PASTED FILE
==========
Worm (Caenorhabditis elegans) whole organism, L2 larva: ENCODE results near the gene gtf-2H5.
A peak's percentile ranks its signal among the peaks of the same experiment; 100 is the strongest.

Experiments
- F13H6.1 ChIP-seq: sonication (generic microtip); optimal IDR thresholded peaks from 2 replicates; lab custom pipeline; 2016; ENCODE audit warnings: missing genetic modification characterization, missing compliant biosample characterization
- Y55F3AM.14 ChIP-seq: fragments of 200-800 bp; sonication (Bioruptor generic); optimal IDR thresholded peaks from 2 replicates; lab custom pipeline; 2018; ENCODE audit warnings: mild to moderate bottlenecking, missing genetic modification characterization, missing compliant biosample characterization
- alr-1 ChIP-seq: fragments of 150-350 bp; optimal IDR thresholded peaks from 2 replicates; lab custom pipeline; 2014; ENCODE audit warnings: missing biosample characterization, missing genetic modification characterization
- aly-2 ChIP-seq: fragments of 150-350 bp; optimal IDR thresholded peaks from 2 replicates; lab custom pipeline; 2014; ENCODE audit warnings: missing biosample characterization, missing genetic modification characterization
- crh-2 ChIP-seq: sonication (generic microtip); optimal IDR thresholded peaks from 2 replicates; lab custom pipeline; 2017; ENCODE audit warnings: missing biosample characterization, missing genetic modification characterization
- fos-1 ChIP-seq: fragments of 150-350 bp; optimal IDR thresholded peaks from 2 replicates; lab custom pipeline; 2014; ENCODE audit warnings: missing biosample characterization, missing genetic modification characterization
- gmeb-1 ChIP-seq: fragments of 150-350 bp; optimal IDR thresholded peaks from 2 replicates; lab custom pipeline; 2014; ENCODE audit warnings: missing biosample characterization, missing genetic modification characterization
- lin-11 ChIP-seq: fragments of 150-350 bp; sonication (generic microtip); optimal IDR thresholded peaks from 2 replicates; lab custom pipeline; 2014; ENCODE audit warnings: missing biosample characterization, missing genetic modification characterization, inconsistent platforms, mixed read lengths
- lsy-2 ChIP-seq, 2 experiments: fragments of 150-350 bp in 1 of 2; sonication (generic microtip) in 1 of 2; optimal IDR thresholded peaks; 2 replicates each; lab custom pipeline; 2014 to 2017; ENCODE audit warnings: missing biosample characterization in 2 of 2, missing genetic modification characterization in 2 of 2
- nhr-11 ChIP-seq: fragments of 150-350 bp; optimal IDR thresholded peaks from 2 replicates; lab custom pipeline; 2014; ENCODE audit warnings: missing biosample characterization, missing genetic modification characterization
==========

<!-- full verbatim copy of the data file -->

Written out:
Worm (Caenorhabditis elegans) whole organism, L2 larva: ENCODE results near the gene gtf-2H5.
A peak's percentile ranks its signal among the peaks of the same experiment; 100 is the strongest.

Experiments
- F13H6.1 ChIP-seq: sonication (generic microtip); optimal IDR thresholded peaks from 2 replicates; lab custom pipeline; 2016; ENCODE audit warnings: missing genetic modification characterization, missing compliant biosample characterization
- Y55F3AM.14 ChIP-seq: fragments of 200-800 bp; sonication (Bioruptor generic); optimal IDR thresholded peaks from 2 replicates; lab custom pipeline; 2018; ENCODE audit warnings: mild to moderate bottlenecking, missing genetic modification characterization, missing compliant biosample characterization
- alr-1 ChIP-seq: fragments of 150-350 bp; optimal IDR thresholded peaks from 2 replicates; lab custom pipeline; 2014; ENCODE audit warnings: missing biosample characterization, missing genetic modification characterization
- aly-2 ChIP-seq: fragments of 150-350 bp; optimal IDR thresholded peaks from 2 replicates; lab custom pipeline; 2014; ENCODE audit warnings: missing biosample characterization, missing genetic modification characterization
- crh-2 ChIP-seq: sonication (generic microtip); optimal IDR thresholded peaks from 2 replicates; lab custom pipeline; 2017; ENCODE audit warnings: missing biosample characterization, missing genetic modification characterization
- fos-1 ChIP-seq: fragments of 150-350 bp; optimal IDR thresholded peaks from 2 replicates; lab custom pipeline; 2014; ENCODE audit warnings: missing biosample characterization, missing genetic modification characterization
- gmeb-1 ChIP-seq: fragments of 150-350 bp; optimal IDR thresholded peaks from 2 replicates; lab custom pipeline; 2014; ENCODE audit warnings: missing biosample characterization, missing genetic modification characterization
- lin-11 ChIP-seq: fragments of 150-350 bp; sonication (generic microtip); optimal IDR thresholded peaks from 2 replicates; lab custom pipeline; 2014; ENCODE audit warnings: missing biosample characterization, missing genetic modification characterization, inconsistent platforms, mixed read lengths
- lsy-2 ChIP-seq, 2 experiments: fragments of 150-350 bp in 1 of 2; sonication (generic microtip) in 1 of 2; optimal IDR thresholded peaks; 2 replicates each; lab custom pipeline; 2014 to 2017; ENCODE audit warnings: missing biosample characterization in 2 of 2, missing genetic modification characterization in 2 of 2
- nhr-11 ChIP-seq: fragments of 150-350 bp; optimal IDR thresholded peaks from 2 replicates; lab custom pipeline; 2014; ENCODE audit warnings: missing biosample characterization, missing genetic modification characterization